Chaos’ Temperament Test Results

Chaos’ Temperament Test

Chaos’ breeder did not do a formal temperament test, so Suzan, my tester, did one when he arrived. He was 8 weeks old.

Attachment:  The first test involves evaluating the pup’s acceptance of the strange place and its willingness to interact with the stranger. Ideal reaction is eye contact and interest in the stranger but no sign of nervousness in the interaction (we don’t want a “Protect me!” attitude), followed by visual investigation of the surroundings and then a return of attention to the tester.  
Chaos’ Rating:  Above Average.
Nice! No problem with adjustment.

Sensitivity:  The loose skin over the ribs is gently pinched and the pup’s reaction is noted. Ideal reaction is to notice the pinch but be unconcerned by it. We also look for a willingness to forgive the tester.
Chaos’ Rating:  Excellent

Retrieve:  Next, willingness to retrieve is evaluated using different toys: a stuffed toy, and a tennis ball. Ideal reaction is to repeatedly being the toy back to the handler rather than moving off to “possess” it. The type of bite on the toys is evaluated: a full mouth bite shows more confidence and drive than a front-teeth-only bite. 
Chaos; Rating:  Average.
Somewhat interested in other things as well. Easily encouraged.

Perseverance: Then perseverance is evaluated by seeing how enthusiastically they will pursue, grab hold, and tug on a sack. Ideal reaction is to pursue enthusiastically, grasp with a full mouth bite, tug and do everything possible to posses the sack. We like to see a pup get its whole body on the sack in an effort to subdue it. 
Chaos’ Rating:  Average.
Very nice. Looked at other objects.

Fear:  Then a metal coffee can filled with metal items (nails, bolts, etc.) is dropped behind them from a height of about 2 feet while they are looking away from it. Will the pup hold its ground and then go look at what dropped from nowhere? Excellent reaction is to acknowledge and turn towards the sound and then confidently go see what made the racket. The tester encourages the pup to investigate, if it doesn’t on its own. She notes how much encouragement is needed. I find most of my pups look towards the racket and keep on playing with the toy they had, rather than stopping their play to go investigate.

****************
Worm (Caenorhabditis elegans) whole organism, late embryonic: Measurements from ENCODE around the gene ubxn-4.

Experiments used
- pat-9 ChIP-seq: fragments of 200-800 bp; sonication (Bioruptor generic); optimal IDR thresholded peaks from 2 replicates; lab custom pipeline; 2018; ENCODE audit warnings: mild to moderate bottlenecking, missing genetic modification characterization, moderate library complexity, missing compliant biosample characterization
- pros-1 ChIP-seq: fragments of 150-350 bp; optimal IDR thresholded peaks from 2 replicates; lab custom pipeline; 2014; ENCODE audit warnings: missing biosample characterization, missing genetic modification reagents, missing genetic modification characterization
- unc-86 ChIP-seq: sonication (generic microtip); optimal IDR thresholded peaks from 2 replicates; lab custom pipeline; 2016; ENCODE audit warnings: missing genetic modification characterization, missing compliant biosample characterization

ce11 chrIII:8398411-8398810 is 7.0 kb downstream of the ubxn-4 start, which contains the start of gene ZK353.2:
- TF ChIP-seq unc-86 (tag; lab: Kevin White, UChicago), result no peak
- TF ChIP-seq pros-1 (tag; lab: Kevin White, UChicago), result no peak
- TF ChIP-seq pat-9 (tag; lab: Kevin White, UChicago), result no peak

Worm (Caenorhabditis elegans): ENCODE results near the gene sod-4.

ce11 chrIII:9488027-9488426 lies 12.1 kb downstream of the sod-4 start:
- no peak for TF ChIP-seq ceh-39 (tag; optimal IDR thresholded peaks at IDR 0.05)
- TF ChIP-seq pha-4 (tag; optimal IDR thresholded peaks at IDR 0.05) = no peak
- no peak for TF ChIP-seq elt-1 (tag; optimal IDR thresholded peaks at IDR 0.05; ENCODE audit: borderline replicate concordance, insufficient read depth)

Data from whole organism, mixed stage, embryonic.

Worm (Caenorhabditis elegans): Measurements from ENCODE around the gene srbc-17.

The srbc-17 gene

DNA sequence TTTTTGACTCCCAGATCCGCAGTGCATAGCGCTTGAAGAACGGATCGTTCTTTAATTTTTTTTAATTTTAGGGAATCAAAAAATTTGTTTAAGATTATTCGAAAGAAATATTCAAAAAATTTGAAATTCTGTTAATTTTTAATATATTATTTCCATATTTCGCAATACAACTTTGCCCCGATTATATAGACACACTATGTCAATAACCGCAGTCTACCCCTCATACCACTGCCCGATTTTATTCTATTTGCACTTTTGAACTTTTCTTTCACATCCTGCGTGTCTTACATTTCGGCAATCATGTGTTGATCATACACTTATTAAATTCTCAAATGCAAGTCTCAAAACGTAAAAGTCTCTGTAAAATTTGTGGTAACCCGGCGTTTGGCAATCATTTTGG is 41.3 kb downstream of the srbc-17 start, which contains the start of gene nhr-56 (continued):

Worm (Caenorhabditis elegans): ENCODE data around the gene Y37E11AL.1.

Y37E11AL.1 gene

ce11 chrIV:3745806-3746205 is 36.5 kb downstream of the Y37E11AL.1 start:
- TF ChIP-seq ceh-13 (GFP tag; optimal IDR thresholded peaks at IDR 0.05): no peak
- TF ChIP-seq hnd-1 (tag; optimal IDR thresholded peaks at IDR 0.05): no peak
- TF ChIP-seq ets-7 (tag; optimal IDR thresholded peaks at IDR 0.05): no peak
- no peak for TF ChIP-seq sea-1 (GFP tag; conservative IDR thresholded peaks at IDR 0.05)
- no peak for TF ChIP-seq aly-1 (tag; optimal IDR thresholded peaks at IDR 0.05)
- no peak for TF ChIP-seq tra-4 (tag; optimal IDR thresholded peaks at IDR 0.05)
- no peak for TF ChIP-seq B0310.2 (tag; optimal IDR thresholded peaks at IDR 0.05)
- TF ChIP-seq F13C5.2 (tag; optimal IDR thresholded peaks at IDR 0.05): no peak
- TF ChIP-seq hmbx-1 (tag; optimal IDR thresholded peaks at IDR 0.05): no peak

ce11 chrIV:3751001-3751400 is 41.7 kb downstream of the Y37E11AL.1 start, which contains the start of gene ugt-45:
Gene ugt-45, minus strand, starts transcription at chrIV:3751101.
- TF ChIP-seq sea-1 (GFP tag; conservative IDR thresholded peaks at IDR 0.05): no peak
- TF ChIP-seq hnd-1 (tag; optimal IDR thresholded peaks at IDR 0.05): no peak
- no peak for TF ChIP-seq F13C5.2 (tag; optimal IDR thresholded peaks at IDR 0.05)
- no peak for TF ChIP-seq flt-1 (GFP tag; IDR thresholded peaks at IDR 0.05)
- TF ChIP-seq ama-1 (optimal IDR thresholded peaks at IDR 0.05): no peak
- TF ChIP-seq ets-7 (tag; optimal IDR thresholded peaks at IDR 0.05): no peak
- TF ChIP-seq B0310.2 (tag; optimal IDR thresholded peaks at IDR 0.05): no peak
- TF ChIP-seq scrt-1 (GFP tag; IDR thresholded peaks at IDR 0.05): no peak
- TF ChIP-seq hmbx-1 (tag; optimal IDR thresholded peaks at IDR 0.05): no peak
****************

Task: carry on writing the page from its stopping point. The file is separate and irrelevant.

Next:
Chaos’ Rating:  Excellent.
Looked at can, then went about business.

Aggression & Courage:  Next, courage and aggression was evaluated using an very loud battery-operated toy that when turned on also moves erratically. Will they stand their ground? Will they go investigate it? Excellent reaction is to go to the moving, clanking train and check it out. Extremely excellent reaction is to actually attack it while it moves. Good reaction is to investigate it after the tester turns it off. The tester encourages the pup to investigate after it is turned off, if it wouldn’t while it was “singing” and moving. She notes how much encouragement is needed.
Chaos’ Rating:  Excellent.
Did everything but pick it up. (toy used was an electric train that when turned on moved erratically, whistled loudly, clanked, etc.)

Surprise:  The last test involves getting the pup to chase you (or a toy or the burlap sack) towards a doorway, from behind which an umbrella is opened suddenly and then lowered to the ground, still open. They are evaluated on how they recover from being startled and if they’ll go investigate. Ideal reaction is for the pup to startle but hold its ground, then move right up to check out the umbrella. A super excellent reaction is to go up and bite it and/or walk all over it. The tester encourages the pup to investigate after the umbrella is on the ground, if it doesn’t on its own. She notes how much encouragement is needed. 
Chaos’ Rating:  Above Average.
Not fair test but no problem. Looked at umbrella and investigated person.


Submission:  The submission test is designed to give an idea of the pup’s tractability, trust in humans, and willingness to submit to a human’s directives. In the submission test the pup is held firmly on its back for a short period of time. The tester counts the seconds it takes for him to resist, then accept, the restraint. She should not passively accept the restraint, nor should she panic or show avoidance of eye contact. Ideal reaction is to resist, then submit and look the tester in the face. We also look for a willingness to forgive the tester.
Chaos’ Rating:  Above Average.
5 seconds. Was squirming. Made eye contact once.

Hunt for Toy:  The tester will play with the pup with a toy, then suddenly hide it under the tarp or other object to see if the pup will search for it, using its nose.
Chaos’ Rating:  Above Average.
Pretty good. Couldn’t decide which toy he liked better.

Hunt for Food:  As part of the game she’s playing with the pup, asking it to use its nose to find pieces of food, the tester will place pieces of food under the tarp and planks so that the pup must actively use its nose to find all the food.  
Chaos’ Rating:  Above Average.
Very good. Fairly systematic.


Tester Comments: Nice pup – very solid and courageous. Has a good bit, full mouthed with toys and pull toy. Nice reaction to train and umbrella. Gets along with other dogs well (met her dogs afterwards). Good nose – found food easily and liked looking for it, followed direction of handler. Nicely encouraged. Great little boy!

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